I have an interdisciplinary practice that includes video, assemblage, painting, design and object making, installation, and podcasting. In the studio, there's work ongoing in several media. There is evidence of "women's work" everywhere as I’m often cutting, pasting, sewing, or embellishing, but also, it’s full of tools for sawing, drilling, hammering, sanding, and polishing. I’m inspired by the actual labor of “making” and I’m dedicated to allowing myself the uninhibited intellectual flexibility to go off in new directions at any moment.

Early cultural influences stretch from Italy and Germany to Portugal, to Atlanta, Wisconsin, New Orleans, the Dominican Republic, New York, Ohio, Virginia, Florida and more. City after city, the one consistent element in my life was nature and landscape. Nature’s patterns mixed with organic architectural elements surface spontaneously and suggest shapes, structures, forms, or colors. I choose personal materials on hand at home or in the studio, some new, some old, and some lost but rediscovered. They are layered one on the other, over and over again, just as my life experiences have been collected - one over the other, over the other. The works, with their materials and artifacts, become constructions that are testaments to time and place. The union is not perfect. Rough edges, pencil sketch lines, paint drips, oozing glues, and the occasional fingerprint are natural to the process and left undisturbed. Materials are manipulated, deconstructed, and reassembled, intermixing and collaborating, all working to come together as one identity.

I have a broad vocabulary of materials, marks, shapes, and forms, that I deliberately allow to encroach and interact, pushing and pulling at the surface. The work examines the struggle to find harmony in dissonance and to balance the desire for freedom with the gravity and the weight of being.

 photograph: Lucie Hugary, courtesy Twyla.com

Simmons-Jimenez received a BFA from Newcomb College in New Orleans, began her studio practice in the Dominican Republic and is now based in Miami. She has exhibited in museums, galleries, the US Art in Embassies program, and media festivals in Spain, France, Saudi Arabia, the Dominican Republic, Greece, Shanghai, Honduras, Venezuela, Puerto Rico, and the Canary Islands; and in the US in New York, Miami, Brooklyn, New Orleans, Palm Beach, Long Beach, Birmingham-MI, Chicago, DC, Atlanta, and more. Notable institutions that have exhibited her work are the Chelsea Museum New York, The Mobile Museum of Art, the Museo de Arte Moderno-Dominican Republic, the US Dept. of State Art in Embassies Program, Casa de la Cultura-Valencia (Spain), Musée du Luxembourg, Boca Raton Museum of Art, the Appleton Museum, the Lowe Museum, the Palm Beach Institute of Contemporary Art, MOCA N. Miami, the Frost Museum at FIU, the Gulf Coast Museum of Art, the Museum of Art Ft. Lauderdale, and others.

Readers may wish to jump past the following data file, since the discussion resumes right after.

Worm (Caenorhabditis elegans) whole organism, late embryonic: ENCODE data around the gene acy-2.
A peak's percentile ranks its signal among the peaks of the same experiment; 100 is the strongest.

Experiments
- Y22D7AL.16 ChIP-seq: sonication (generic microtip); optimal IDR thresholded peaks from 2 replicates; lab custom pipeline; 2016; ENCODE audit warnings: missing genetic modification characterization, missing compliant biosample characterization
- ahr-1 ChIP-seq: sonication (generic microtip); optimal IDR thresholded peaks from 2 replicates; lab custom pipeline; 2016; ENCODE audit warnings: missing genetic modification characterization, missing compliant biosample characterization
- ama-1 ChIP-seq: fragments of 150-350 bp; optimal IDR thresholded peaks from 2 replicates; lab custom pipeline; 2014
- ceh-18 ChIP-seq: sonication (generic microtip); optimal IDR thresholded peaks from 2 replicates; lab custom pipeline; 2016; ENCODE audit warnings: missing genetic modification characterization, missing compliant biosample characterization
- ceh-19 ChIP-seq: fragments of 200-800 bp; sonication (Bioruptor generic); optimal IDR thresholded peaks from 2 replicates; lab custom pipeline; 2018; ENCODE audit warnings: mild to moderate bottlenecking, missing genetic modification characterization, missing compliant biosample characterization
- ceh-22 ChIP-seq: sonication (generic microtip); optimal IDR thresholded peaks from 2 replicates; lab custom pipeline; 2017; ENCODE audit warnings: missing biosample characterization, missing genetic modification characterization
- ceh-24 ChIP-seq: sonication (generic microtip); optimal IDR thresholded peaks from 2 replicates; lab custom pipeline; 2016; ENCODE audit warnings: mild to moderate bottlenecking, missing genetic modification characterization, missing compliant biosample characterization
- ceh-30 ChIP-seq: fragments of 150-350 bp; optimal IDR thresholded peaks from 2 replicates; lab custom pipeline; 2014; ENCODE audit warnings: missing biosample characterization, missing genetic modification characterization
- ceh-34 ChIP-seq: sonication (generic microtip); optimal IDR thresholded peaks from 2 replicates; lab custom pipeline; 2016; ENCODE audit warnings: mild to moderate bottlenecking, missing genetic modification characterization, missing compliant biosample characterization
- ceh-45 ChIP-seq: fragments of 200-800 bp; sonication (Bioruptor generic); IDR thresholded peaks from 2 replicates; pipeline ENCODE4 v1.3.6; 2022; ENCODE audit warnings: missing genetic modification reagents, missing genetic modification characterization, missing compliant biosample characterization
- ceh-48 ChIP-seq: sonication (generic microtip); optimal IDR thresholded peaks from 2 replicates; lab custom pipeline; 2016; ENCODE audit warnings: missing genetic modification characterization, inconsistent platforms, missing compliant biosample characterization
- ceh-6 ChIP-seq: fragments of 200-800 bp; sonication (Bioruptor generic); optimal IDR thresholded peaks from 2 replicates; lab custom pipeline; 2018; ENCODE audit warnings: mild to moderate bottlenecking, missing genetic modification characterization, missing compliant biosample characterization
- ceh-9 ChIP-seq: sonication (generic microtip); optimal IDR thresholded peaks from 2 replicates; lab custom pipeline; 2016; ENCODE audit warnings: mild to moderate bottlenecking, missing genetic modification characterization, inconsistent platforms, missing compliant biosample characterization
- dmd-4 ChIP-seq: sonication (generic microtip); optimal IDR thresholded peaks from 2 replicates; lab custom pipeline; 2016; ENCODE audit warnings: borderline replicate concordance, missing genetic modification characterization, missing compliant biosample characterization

She is a recipient of a prestigious Knight Arts Challenge Grant, a Florida Fellowship Grant, a Florida Artists Enhancement Grant, a Miami-Dade Tourism Development Grant, a Miami-Dade Community Grant, and several more awards for both her artwork and for art project development through Artformz Alternative, an artist’s collective project she founded in 2004.  In 1992 she was awarded the 1st Prize in Video at the XVIII Biennial in the Dominican Republic, resulting in her designation as a pioneer in video art and gender discourses in the country.  She was the first woman to exhibit video installation art in the D.R.

The artist’s work is held in permanent collections at the Mobile Museum of Art, Alabama; Santo Domingo’s Museo de Arte Moderno; Mastercard International; the Jaffe Center for Book Arts; Louisville’s 21c Museum; and numerous private collections. Her work has been reviewed and featured in several publications such as Sculpture Magazine, Arte Al Limite (Chile), The Atlanta Journal, Miami Art Guide, The Miami New Times, Creative Loafing, The Art Newspaper, Jane Magazine, Ocean Drive Magazine, Artes (Santo Domingo), Bad at Sports, The Miami Herald and a cover story for the Miami Herald Tropical Life Magazine, twice in New American Paintings including once the selection for the cover. She is listed among the creatives that helped forge the South Florida art community in the definitive books ‘Miami Contemporary Artists,’ released by Schiffer Publishing in 2007, and ‘100+ Degrees In The Shade: A Survey of South Florida Art,’ released by [NAME] publications in 2015.

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One of the most visceral and fascinating aspects… the flowers she was pasting up were still fading and losing their color – they were “live” paintings, in the sense that they were also dying.  Anne Tschida “Nature in a Studio”

Airy sculptures, woven wit wire deftly incorporate biomorphic forms as they are caught in a slow dance with gravity.  Elisa Turner “Critic’s Pick” Miami Herald

A visual exploration achieved by way of a dialogue between the formal elements of video… possessed of indisputable brilliance.    Jean Louis Jorge, Juror, XVIII Biennial, Dominican Republic

The effect is seductive and velvety, and mysteriously wrought with emotional associations.  Dr. Carol Damian “Inside-Outside”

The artist dares again to break through her own creations freely opening up new possibilities for her art. Milagros Bello, Ph.D. “Deconstructing the Modern”

Alette Simmons-JimenezAbout